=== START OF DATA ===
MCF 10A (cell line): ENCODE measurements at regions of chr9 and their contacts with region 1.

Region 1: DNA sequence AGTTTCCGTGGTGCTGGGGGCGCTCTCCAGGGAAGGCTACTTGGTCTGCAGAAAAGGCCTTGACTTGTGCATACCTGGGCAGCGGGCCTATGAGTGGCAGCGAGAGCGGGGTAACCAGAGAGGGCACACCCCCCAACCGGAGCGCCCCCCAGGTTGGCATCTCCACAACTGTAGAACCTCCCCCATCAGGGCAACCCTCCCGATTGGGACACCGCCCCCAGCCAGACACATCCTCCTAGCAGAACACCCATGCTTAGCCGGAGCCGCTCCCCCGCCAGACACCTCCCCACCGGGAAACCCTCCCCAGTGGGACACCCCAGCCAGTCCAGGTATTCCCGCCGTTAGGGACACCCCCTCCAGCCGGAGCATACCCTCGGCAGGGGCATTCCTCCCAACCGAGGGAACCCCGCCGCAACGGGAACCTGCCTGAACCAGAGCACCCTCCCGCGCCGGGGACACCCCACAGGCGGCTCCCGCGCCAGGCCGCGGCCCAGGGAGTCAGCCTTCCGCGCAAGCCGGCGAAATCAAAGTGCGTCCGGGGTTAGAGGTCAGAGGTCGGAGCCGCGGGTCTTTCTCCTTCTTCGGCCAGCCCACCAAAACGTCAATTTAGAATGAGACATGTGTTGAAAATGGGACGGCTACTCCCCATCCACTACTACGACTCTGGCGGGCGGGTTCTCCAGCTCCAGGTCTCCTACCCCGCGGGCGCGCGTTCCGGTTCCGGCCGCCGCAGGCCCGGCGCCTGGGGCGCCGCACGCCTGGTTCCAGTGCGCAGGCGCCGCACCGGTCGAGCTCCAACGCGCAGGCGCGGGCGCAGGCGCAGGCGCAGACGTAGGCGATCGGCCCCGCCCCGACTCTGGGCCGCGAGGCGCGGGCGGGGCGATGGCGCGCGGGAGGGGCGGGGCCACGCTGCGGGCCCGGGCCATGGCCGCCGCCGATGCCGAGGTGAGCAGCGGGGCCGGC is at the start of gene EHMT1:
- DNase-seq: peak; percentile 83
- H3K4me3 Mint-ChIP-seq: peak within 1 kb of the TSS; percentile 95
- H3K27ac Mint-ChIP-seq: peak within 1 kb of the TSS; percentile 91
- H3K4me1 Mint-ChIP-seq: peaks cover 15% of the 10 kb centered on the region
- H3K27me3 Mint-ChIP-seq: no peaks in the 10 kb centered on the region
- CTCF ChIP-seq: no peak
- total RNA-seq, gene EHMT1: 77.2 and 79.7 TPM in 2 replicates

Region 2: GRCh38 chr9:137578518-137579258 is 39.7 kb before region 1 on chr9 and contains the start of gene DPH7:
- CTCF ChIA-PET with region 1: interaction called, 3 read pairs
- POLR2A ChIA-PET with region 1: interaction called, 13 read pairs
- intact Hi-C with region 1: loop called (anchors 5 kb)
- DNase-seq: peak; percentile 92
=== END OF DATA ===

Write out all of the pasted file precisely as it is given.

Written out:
MCF 10A (cell line): ENCODE measurements at regions of chr9 and their contacts with region 1.

Region 1: DNA sequence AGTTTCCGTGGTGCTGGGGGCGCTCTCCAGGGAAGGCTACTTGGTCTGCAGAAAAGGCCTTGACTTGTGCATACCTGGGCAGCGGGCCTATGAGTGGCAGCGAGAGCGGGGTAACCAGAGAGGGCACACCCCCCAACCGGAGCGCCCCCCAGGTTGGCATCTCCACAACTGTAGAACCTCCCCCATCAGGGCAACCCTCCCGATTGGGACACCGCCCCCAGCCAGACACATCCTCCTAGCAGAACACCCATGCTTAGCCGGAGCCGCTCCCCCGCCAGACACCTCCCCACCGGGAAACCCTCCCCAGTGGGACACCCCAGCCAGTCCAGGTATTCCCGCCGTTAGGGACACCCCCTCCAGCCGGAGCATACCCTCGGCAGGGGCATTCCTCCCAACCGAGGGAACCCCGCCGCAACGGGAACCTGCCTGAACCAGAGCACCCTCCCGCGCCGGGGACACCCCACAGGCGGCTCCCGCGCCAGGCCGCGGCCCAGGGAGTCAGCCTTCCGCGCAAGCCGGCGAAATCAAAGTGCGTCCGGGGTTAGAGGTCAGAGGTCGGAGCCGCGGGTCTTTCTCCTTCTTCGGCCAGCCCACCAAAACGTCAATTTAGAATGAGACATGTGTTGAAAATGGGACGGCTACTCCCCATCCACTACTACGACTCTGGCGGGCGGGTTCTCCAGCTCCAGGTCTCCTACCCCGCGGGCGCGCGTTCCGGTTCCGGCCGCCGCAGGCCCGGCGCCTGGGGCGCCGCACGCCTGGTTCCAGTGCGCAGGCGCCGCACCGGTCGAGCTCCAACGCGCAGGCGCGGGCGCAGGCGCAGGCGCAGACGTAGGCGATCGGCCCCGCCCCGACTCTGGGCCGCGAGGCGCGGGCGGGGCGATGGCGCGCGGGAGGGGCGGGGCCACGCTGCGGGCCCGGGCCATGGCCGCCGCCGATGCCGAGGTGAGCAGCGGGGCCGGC is at the start of gene EHMT1:
- DNase-seq: peak; percentile 83
- H3K4me3 Mint-ChIP-seq: peak within 1 kb of the TSS; percentile 95
- H3K27ac Mint-ChIP-seq: peak within 1 kb of the TSS; percentile 91
- H3K4me1 Mint-ChIP-seq: peaks cover 15% of the 10 kb centered on the region
- H3K27me3 Mint-ChIP-seq: no peaks in the 10 kb centered on the region
- CTCF ChIP-seq: no peak
- total RNA-seq, gene EHMT1: 77.2 and 79.7 TPM in 2 replicates

Region 2: GRCh38 chr9:137578518-137579258 is 39.7 kb before region 1 on chr9 and contains the start of gene DPH7:
- CTCF ChIA-PET with region 1: interaction called, 3 read pairs
- POLR2A ChIA-PET with region 1: interaction called, 13 read pairs
- intact Hi-C with region 1: loop called (anchors 5 kb)
- DNase-seq: peak; percentile 92